In fact, Proverbs goes even further. Proverbs 14:31 says that God so identifies with the poor that when you show contempt for them, you are showing contempt for God; and when you are kind to the poor, you are honoring God.

Whoever oppresses the poor shows contempt for their Maker,
but whoever is kind to the needy honors God.

Proverbs 15:25 says that God acts on behalf of the widow:

The LORD tears down the house of the proud,
but he sets the widow's boundary stones in place.

And Proverbs 23:10-11 puts it even more strongly:

Do not move an ancient boundary stone
or encroach on the fields of the fatherless,
for their Defender is strong;
he will take up their case against you.

When you pick a fight with those who are poor, or fatherless, or widows, Proverbs says, then you're picking a fight with God. I'm not sure that it's a good idea to pick a fight with God. Proverbs 21:13 says:

Those who shut their ears to the cry of the poor
will also cry out and not be answered.

I don't know how this could be put more strongly. Why should we care for the poor? One: because God made them, and they bear God's image just like you. Two: because God identifies with them and takes their side. God is actually on the side of the poor, and to not care for them is to not care about him. To pick a fight with the poor is to pick a fight with God.

Jesus said the same thing. When we stand before him one day, the way that we cared for the poor will be evidence that we care for him. He so identifies with the poor that he says, "Truly I tell you, whatever you did for one of the least of these brothers and sisters of mine, you did for me" (Matthew 25:40). But to those who did not care for the poor, that will be evidence that we never knew him. "Truly I tell you, whatever you did not do for one of the least of these, you did not do for me" (Matthew 25:45).

It's likely that right now you are feeling pretty guilty. When we hear that we're not just supposed to give to the poor, but we're really supposed to care in our hearts, to see them just as we see ourselves, and to realize that God identifies so strongly with them that to neglect them is to neglect him - this can all be overwhelming. That's why I don't want to leave you at this point.

We need to finish by looking at God.

What is the vision of God we see in Proverbs? It's the vision of a God who defends those who are defenseless, who provides for those without resources, who identifies with the poor and the needy. In other words, we meet a God of grace who provides what we can't provide for ourselves.

This is true when our need is physical. If you are here today and lack food or money, you need to understand that God is your Defender, and that he identifies with people just like you.

But for those of us today who realize that we are poor in spirit, that we don't love the way that he loves, that we need a transformation of the heart so that we can care the way we're reading about: we too are poor, and we need what only God can provide. He alone can solve the poverty within our hearts.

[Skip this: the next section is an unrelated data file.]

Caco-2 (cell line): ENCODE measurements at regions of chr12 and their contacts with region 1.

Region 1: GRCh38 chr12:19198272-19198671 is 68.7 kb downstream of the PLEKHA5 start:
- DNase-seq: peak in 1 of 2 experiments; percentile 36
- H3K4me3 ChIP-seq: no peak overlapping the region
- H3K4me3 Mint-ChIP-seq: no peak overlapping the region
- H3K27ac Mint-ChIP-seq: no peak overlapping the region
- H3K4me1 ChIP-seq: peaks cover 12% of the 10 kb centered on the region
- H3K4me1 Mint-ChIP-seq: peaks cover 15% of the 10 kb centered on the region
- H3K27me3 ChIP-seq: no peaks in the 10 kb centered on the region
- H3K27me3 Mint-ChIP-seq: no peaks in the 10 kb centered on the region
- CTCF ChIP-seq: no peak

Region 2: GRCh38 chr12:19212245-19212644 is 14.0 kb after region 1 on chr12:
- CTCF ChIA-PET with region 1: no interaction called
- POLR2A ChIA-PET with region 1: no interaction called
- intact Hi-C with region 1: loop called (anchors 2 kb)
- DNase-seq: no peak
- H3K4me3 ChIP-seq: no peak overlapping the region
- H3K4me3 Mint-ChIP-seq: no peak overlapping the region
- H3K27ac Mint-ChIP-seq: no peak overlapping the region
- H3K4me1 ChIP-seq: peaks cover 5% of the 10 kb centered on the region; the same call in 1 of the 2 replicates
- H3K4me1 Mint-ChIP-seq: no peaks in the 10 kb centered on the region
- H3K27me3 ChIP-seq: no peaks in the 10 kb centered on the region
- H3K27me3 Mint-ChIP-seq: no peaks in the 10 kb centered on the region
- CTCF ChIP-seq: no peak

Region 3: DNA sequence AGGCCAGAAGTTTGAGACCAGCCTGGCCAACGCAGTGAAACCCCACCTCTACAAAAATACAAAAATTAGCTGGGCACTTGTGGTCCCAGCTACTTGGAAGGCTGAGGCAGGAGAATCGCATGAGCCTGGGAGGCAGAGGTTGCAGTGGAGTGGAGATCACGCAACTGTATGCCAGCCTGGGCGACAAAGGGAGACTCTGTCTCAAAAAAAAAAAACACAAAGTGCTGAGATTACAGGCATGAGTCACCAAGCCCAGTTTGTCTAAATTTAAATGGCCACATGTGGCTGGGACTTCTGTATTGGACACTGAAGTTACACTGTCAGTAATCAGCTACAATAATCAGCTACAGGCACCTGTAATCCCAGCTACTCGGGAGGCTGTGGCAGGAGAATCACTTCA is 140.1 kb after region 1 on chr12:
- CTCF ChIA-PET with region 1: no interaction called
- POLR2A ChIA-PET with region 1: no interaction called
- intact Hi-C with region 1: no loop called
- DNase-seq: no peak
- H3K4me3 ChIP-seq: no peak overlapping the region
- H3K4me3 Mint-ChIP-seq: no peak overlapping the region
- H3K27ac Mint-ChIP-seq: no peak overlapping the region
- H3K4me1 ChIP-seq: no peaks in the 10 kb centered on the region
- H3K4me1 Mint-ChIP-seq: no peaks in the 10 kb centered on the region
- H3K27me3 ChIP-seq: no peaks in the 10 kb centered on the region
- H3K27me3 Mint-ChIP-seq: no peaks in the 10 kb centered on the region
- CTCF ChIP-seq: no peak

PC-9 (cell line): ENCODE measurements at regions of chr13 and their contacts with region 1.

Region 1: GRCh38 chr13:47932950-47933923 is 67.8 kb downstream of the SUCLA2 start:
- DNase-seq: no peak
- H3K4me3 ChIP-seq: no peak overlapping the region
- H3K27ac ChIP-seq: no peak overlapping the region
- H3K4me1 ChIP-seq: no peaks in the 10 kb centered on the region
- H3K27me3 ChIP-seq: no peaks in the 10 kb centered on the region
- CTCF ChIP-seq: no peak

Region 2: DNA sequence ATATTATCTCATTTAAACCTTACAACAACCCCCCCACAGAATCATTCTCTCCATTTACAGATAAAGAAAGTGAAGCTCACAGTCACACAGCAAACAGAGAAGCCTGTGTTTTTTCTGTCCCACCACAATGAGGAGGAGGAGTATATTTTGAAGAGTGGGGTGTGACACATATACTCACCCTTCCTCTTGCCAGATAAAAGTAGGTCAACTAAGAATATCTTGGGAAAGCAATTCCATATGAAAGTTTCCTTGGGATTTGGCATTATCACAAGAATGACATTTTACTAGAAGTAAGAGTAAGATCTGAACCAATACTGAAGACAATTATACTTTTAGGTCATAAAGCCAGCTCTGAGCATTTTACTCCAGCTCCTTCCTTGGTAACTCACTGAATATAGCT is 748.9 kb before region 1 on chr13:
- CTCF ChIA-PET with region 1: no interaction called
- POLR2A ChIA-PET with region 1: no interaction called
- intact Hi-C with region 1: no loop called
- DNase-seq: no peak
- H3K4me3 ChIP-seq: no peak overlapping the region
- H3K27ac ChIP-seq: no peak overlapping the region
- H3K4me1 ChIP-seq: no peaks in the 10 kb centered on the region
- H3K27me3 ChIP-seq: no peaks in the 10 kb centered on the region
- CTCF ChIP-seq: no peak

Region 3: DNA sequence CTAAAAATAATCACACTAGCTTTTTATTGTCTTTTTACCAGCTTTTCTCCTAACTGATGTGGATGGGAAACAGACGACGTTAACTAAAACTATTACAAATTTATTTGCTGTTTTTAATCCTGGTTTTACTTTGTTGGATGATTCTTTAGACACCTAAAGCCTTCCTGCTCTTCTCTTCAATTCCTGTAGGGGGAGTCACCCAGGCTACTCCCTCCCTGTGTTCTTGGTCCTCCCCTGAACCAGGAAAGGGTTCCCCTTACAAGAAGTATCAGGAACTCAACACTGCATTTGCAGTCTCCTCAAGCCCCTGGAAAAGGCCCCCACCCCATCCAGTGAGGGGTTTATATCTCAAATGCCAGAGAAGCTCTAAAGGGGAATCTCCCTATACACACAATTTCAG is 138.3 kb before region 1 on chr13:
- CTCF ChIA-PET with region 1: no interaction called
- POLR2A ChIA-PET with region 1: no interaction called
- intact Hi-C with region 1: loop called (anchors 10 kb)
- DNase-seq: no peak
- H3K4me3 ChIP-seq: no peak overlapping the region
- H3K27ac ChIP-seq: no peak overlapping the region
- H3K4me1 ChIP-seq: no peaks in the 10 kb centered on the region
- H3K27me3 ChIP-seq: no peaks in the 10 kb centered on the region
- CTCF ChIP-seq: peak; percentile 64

I began by talking about Jonathan Edwards and his sermon. Jonathan Edwards said:

Consider how much God hath done for us, how greatly he hath loved us, what he hath given us, when we were so unworthy, and when he could have no addition to his happiness by us. Consider that silver, and gold, and earthly crowns, were in his esteem but mean things to give us, and he hath therefore given us his own Son. Christ loved and pitied us, when we were poor, and he laid out himself to help, and even did shed his own blood for us without grudging. He did not think much to deny himself, and to be at great cost for us vile wretches, in order to make us rich, and to clothe us with kingly robes, when we were naked; to feast us at his own table with dainties infinitely costly, when we were starving; to advance us from the dunghill, and set us among princes, and make us to inherit the throne of his glory, and so to give us the enjoyment of the greatest wealth and plenty to all eternity. Agreeably to 2 Cor. 8:9, "For ye know the grace of our Lord Jesus Christ, that though he was rich, yet for your sakes he became poor, that ye through his poverty might be rich."

Considering all these things, what a poor business will it be, that those who hope to share these benefits, yet cannot give something for the relief of a poor neighbor without grudging! That it should grieve them to part with a small matter, to help a fellow servant in calamity, when Christ did not grudge to shed his own blood for them!

The path to truly caring for the poor is found in seeing how much Christ cared for us so we could be made rich.

Father, we repent. We repent of not really wanting to care, of making all kinds of excuses, of seeing people at statistics without really knowing.

But today we see how much you care. We also see very clearly that you are calling us to care. May we see our own poverty, and what Christ did for us, so that we are changed to love the way that you love. In Jesus' name, Amen.


Darryl Dash

Darryl Dash is a graduate of the University of Waterloo, Heritage Theological Seminary, and Gordon-Conwell Theological Seminary. He’s married to Charlene, and has two children, Christina and Josiah. Darryl is currently planting Liberty Grace Church in Liberty Village, Toronto. He previously served as pastor of Richview Baptist Church and Park Lawn Baptist Church, both in west Toronto.

God's Plans and Our Plans (Proverbs)

One of the most important issues in any of our lives is that of making choices. We make them every day - big ones like who to marry, what career to choose, what city to live in. But equally as significant are the everyday decisions that we make, the consequences of which add up to be just as significant as the momentous decisions.